Artichokes can be quite resilient, but they can still be affected by pests and diseases. By providing the right growing conditions and implementing proper management practices, you can help maintain the health and productivity of your artichoke plants.

Some common pests that can affect artichokes include aphids, spider mites, and slugs. To control these pests, consider introducing beneficial insects such as ladybugs and lacewings, which feed on aphids and mites. You can also use barriers and traps to keep slugs away from your artichoke plants. Regularly inspect your plants for signs of pests and take the necessary steps to prevent infestations.

As for diseases, artichokes can be susceptible to issues like powdery mildew, root rot, and bacterial soft rot. To prevent disease outbreaks, ensure proper plant spacing to promote good air circulation. According to PlantVillage, plants should be spaced about 0.9 m (3 ft) apart, and rows should also be spaced 0.9 m (3 ft) apart. Make sure your garden has well-draining soil, as overly wet conditions can lead to root rot.

Here are some other tips to help prevent and manage diseases in your artichoke garden:

  • Rotate your crops periodically to avoid the buildup of pathogens in the soil.
  • Keep the garden free from weeds and debris that can harbor pests and diseases.
  • Use fungicides and bactericides as needed, following the manufacturer’s recommendations.
  • Monitor the plants closely for signs of disease, and remove any affected plants promptly to prevent the spread.

By being proactive in managing pests and diseases, your artichoke plants will have a better chance of staying healthy and producing a bountiful harvest.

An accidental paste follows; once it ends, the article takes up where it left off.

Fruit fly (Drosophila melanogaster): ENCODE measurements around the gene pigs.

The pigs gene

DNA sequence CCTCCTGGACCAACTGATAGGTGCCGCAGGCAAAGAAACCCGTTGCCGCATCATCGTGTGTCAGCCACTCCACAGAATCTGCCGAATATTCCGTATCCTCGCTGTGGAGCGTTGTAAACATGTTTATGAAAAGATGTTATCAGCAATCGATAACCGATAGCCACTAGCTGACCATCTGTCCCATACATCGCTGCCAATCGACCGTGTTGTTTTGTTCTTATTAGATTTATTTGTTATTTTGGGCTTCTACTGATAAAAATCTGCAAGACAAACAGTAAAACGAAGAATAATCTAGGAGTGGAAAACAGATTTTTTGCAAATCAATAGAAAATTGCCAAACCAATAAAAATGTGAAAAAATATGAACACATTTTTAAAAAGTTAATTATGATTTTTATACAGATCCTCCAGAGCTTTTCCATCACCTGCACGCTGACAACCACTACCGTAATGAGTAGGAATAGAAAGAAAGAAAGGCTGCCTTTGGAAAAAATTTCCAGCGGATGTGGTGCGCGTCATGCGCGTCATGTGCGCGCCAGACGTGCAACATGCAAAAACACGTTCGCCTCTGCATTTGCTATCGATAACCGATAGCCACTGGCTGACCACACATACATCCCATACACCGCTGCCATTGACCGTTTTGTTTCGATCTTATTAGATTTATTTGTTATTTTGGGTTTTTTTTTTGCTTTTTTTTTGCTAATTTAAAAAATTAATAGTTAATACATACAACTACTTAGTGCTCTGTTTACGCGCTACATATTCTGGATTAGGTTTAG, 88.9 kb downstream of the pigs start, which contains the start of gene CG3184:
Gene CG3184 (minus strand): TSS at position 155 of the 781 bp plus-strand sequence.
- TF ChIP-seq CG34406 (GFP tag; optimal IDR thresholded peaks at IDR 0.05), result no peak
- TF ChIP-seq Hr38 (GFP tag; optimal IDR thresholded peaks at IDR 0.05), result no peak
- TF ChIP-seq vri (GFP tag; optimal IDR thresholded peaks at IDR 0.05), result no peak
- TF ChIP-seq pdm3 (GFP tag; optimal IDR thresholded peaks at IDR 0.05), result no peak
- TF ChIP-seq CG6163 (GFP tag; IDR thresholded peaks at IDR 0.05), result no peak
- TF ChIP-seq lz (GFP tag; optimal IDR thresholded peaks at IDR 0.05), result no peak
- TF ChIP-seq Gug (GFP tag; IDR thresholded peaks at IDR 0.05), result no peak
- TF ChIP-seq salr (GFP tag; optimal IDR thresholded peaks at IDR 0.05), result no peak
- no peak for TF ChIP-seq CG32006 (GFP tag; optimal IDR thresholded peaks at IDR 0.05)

Harvesting and Storing Artichokes

Harvesting artichokes is best done when they have reached a mature size but before they open their flower buds. You should monitor the progress of your artichokes and pick them as soon as the buds are firm and well-formed. To harvest, cut the stem about 1-2 inches below the base of the bud using a sharp knife or pruning shears.

After harvesting your artichokes, it is important to store them properly to prolong their freshness. Here are some tips for proper storage:

  • Refrigerate artichokes as soon as possible after harvesting. They can be stored in the vegetable crisper drawer of your fridge, ideally between 32 and 36°F.
  • Keep artichokes in a plastic bag with a few air holes, which will help maintain humidity and prevent dehydration. Seal the bag loosely to allow for air circulation.
  • For optimal freshness, consume your harvested artichokes within a week. If you need to store them longer, consider freezing, pickling, or canning them.

When you’re ready to prepare and enjoy your freshly harvested artichokes, start by removing any small or discolored leaves from the base. Rinse the artichokes under cold water, gently opening the leaves to remove any debris or insects. Then, trim the sharp tips of the leaves and the stem before cooking them according to your favorite recipe.


In summary, providing adequate space for artichokes to grow is a crucial aspect of cultivating these nutritious plants. Mature artichoke plants can reach a height of 3 to 4 feet and spread up to 4 feet wide. To ensure proper growth, it is essential to allow enough room for both height and width expansion.

One approach for proper spacing involves planting artichokes in rows, with 4 to 6 feet between each row and transplanting each plant 3 to 4 feet apart within the row. This arrangement allows sufficient space for watering, pruning, and maintaining the plants.

Artichokes thrive in a variety of soil types but prefer deep, fertile, loam-loamy clay soils with good aeration and drainage. Remember, these plants also do well in areas receiving full sun to partial shade.

By following these spacing guidelines and accommodating the distinctive growth characteristics of artichokes, gardeners can successfully cultivate thriving plants and enjoy the delicious and nutritious benefits they provide.